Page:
“He thanked the congregation for always showing him love and sharing with him the love of God,” Roncolato said. “The church in his life really lived up to being who the church is supposed to be.”
Noting that younger members tend to be more progressive on LGBT issues, Roncolato predicted ongoing controversy within the church as a result of the passage of the Traditional Plan.
“I think there’s going to be a lot of resistance,” she said, “and I think it comes out of informed consciences.”
Some resistance is already evident in Meadville, where Allegheny College traces its affiliation with the UMC back to the early 1800s.
In January, James Mullen, the college’s president, joined officials from more than 90 other UMC-affiliated schools in unanimously issuing a statement calling for full inclusion of LGBT members in the church. In a statement following the passage of the Traditional Plan, Mullen said he was “deeply saddened” by the vote and described the plan as contradicting Allegheny’s statement of community.
Jane Ellen Nickell, the college’s chaplain and herself a member of the UMC clergy, attended the General Conference in St. Louis, though she was not a voting delegate, and has published a book on Methodist debates regarding race, gender and sexuality.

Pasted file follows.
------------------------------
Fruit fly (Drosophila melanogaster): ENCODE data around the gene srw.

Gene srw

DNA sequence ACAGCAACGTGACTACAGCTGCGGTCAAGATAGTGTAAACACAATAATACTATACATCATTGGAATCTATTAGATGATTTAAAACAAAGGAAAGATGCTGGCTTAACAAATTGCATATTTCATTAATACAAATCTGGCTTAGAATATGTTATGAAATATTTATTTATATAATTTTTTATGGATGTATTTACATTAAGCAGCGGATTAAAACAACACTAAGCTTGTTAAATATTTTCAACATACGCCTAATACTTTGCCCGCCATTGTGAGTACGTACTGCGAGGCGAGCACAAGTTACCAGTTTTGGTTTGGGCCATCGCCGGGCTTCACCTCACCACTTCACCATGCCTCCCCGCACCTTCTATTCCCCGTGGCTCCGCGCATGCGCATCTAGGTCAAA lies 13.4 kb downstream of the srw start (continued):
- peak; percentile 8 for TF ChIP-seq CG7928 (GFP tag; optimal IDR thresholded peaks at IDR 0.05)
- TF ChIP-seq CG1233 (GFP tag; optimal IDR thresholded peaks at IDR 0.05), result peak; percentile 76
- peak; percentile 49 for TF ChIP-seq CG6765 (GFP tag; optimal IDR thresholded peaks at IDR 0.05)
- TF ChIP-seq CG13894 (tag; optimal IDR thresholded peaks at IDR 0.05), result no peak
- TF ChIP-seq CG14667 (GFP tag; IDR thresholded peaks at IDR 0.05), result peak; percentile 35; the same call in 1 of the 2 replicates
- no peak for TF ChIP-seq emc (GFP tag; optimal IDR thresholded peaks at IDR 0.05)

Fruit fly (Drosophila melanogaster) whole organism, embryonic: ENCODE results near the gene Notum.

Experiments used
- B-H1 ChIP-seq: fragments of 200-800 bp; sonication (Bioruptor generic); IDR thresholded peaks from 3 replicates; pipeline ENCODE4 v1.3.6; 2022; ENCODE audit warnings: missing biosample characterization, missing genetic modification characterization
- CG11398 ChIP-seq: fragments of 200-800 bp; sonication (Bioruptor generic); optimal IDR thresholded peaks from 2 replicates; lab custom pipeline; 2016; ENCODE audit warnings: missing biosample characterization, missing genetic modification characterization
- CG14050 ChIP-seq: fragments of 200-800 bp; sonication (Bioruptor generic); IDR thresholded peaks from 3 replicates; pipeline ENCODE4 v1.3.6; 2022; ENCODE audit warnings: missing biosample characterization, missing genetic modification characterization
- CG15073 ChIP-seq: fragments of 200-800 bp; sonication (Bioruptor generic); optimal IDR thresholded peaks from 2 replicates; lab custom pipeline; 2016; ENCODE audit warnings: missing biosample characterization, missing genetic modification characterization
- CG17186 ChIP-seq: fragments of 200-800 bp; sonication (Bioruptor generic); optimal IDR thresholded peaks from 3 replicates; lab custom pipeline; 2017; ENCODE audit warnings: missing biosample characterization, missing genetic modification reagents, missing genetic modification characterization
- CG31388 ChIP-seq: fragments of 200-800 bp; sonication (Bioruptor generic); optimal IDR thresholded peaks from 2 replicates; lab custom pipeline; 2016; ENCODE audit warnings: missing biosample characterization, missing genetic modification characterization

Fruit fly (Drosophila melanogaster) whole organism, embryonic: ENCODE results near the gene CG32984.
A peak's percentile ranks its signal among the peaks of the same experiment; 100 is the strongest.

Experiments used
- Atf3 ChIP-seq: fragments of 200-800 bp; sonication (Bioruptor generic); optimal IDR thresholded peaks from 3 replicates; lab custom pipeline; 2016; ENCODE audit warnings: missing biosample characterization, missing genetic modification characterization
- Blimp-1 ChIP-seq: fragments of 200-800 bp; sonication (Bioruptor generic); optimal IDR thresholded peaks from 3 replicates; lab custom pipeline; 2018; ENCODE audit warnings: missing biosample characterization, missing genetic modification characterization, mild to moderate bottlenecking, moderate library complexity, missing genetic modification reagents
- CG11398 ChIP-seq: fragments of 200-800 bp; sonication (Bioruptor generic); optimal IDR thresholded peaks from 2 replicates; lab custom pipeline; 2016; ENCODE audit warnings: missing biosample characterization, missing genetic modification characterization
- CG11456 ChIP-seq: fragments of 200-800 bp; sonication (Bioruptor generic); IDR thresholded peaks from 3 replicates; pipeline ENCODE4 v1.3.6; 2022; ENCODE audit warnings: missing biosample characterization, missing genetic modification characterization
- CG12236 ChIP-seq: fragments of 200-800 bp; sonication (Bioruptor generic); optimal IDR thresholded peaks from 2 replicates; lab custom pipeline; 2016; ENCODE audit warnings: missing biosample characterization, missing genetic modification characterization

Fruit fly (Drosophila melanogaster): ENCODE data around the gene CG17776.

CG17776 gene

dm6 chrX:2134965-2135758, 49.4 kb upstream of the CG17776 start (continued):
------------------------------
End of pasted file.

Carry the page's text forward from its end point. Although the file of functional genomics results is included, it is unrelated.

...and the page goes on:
“Emotions were high throughout the entire session,” Nickell recalled, describing a scene full of “fervent prayer and singing to remind us of what holds us together.”
Nickell predicted that several parts of the Traditional Plan will be found unconstitutional and that the debate on church policies regarding LBGT members is far from over. There’s a chance that the church could revisit the same issues voted on in February next year and there’s even a chance, she said, that the controversy could eventually produce a split in the church like the split over slavery that divided American Methodism prior to the Civil War and lasted more than a century.
“If forced to choose between two branches, most local congregations would be wrenched apart and would lose members whichever way they went,” she said. “It would break my heart to see the church divide, but as one delegate said last week, if irreconcilable differences make it impossible to have a good marriage, a good divorce may be preferable to a bad marriage or a bad divorce.”
Mike Crowley can be reached at 724-6370 or by email at firstname.lastname@example.org.